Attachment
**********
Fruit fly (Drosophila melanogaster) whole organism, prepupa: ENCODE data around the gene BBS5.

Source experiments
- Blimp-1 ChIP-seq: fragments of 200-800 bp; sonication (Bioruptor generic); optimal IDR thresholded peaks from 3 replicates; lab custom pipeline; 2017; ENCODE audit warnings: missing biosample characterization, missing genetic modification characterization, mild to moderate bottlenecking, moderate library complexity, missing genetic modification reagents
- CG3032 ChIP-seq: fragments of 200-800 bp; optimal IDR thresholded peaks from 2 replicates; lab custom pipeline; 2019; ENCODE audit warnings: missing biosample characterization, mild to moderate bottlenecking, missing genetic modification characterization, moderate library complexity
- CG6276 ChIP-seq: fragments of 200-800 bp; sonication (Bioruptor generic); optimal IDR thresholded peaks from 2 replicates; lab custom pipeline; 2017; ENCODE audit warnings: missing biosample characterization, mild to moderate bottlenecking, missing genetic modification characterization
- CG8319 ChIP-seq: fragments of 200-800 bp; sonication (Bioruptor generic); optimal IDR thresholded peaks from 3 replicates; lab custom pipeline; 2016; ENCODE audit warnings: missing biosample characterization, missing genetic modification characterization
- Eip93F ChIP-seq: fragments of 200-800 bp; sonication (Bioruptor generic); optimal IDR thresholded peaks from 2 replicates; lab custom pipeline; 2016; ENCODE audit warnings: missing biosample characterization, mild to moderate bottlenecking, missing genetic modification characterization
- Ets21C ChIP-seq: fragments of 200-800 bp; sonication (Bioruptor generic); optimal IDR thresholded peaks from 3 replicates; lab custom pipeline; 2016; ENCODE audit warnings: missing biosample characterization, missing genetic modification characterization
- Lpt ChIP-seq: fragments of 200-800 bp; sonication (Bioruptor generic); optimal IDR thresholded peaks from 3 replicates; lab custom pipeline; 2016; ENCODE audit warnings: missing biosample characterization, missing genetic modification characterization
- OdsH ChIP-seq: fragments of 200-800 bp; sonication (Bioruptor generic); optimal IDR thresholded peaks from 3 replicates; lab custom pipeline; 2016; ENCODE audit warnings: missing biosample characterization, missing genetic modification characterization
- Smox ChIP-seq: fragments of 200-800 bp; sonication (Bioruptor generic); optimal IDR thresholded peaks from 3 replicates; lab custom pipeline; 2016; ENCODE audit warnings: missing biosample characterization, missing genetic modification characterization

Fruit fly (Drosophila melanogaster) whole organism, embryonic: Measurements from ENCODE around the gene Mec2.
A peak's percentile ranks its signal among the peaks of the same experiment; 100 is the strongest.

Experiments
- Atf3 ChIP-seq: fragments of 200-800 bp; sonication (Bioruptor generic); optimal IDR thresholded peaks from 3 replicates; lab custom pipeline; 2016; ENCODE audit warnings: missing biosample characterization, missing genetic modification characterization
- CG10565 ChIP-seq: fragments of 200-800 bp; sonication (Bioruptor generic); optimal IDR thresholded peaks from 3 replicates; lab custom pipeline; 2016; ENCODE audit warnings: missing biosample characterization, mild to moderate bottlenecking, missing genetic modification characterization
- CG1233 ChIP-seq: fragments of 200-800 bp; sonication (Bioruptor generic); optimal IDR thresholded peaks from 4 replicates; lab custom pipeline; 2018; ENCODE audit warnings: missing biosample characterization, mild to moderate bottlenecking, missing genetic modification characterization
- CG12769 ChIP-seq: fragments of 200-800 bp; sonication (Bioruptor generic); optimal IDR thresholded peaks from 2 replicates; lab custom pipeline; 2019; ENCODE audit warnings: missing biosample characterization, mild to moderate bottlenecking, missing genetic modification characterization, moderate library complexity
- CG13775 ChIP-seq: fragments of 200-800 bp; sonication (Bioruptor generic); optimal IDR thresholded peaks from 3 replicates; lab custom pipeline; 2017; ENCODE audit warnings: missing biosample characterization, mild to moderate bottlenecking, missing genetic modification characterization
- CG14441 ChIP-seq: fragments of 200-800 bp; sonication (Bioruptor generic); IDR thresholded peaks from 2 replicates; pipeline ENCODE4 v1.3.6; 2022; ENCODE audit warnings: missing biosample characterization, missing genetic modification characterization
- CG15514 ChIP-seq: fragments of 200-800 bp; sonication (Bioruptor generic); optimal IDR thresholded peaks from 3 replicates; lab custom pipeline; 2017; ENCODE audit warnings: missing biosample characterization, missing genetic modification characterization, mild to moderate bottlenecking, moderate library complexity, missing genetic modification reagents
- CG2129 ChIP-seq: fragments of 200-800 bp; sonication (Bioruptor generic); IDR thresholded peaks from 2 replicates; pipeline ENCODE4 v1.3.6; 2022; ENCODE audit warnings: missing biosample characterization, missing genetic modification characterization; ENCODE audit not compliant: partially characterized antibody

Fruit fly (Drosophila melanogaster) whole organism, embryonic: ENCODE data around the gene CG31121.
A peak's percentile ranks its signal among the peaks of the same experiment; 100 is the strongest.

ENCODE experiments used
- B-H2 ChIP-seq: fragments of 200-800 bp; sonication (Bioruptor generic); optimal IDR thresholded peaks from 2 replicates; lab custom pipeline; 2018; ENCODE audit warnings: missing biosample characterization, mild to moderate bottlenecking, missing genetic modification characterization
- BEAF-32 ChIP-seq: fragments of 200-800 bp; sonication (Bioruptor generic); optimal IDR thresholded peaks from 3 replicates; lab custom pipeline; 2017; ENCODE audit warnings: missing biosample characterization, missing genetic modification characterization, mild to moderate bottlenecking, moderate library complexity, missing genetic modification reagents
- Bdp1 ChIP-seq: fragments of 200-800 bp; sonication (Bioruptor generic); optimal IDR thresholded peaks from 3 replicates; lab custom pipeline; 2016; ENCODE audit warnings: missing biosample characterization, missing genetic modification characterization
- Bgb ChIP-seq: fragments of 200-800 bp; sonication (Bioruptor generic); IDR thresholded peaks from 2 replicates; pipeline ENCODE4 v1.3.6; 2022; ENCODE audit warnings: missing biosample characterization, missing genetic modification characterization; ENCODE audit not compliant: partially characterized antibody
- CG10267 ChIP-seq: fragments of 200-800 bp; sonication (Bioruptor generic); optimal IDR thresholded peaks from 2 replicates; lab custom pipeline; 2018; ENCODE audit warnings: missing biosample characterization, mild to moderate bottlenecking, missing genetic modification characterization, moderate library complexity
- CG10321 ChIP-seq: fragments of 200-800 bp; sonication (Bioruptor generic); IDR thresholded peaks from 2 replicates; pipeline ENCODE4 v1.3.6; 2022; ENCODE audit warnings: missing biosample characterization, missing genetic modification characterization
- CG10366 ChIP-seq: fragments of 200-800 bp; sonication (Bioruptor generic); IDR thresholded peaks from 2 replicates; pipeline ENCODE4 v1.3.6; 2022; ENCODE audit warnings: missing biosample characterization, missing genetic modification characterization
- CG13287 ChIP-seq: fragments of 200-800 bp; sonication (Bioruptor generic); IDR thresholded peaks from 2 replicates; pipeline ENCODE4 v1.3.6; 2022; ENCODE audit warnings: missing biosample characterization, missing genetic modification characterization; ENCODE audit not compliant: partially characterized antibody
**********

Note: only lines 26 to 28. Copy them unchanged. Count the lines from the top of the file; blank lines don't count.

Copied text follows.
- B-H2 ChIP-seq: fragments of 200-800 bp; sonication (Bioruptor generic); optimal IDR thresholded peaks from 2 replicates; lab custom pipeline; 2018; ENCODE audit warnings: missing biosample characterization, mild to moderate bottlenecking, missing genetic modification characterization
- BEAF-32 ChIP-seq: fragments of 200-800 bp; sonication (Bioruptor generic); optimal IDR thresholded peaks from 3 replicates; lab custom pipeline; 2017; ENCODE audit warnings: missing biosample characterization, missing genetic modification characterization, mild to moderate bottlenecking, moderate library complexity, missing genetic modification reagents
- Bdp1 ChIP-seq: fragments of 200-800 bp; sonication (Bioruptor generic); optimal IDR thresholded peaks from 3 replicates; lab custom pipeline; 2016; ENCODE audit warnings: missing biosample characterization, missing genetic modification characterization